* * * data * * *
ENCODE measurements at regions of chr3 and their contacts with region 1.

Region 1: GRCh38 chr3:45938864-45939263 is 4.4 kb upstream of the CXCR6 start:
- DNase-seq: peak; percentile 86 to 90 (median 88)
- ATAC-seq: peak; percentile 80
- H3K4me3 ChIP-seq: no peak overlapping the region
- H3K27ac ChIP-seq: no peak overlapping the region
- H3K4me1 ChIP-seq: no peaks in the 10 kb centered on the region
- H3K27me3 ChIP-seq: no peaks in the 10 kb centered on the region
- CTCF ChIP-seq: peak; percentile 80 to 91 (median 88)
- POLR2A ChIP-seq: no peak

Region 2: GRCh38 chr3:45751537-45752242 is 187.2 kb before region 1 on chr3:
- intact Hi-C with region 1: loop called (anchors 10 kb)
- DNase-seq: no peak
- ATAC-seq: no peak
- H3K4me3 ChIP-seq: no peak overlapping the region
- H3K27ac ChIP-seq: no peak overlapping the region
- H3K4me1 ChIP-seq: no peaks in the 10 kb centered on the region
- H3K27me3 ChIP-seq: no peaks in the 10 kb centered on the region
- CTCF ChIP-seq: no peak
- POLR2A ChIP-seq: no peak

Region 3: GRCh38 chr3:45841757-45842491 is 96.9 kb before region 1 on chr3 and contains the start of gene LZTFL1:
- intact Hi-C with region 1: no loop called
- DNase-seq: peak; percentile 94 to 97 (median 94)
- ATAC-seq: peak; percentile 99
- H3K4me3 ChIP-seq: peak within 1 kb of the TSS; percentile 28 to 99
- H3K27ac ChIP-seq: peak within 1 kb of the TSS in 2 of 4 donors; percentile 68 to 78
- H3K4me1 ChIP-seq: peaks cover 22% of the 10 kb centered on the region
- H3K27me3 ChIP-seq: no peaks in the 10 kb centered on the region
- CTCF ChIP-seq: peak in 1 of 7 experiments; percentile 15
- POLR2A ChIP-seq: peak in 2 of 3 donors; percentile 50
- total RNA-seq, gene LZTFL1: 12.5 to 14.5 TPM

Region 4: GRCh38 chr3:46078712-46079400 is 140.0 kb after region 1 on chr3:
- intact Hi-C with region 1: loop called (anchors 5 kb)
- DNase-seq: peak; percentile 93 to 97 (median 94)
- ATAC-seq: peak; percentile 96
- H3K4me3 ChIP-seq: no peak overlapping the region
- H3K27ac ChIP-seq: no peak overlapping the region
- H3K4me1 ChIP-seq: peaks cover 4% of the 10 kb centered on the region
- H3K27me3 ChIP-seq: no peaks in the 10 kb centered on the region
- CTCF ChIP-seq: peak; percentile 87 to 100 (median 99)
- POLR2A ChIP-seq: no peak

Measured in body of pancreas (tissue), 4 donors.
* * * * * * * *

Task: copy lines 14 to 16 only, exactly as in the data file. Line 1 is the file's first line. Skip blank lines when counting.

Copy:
- ATAC-seq: no peak
- H3K4me3 ChIP-seq: no peak overlapping the region
- H3K27ac ChIP-seq: no peak overlapping the region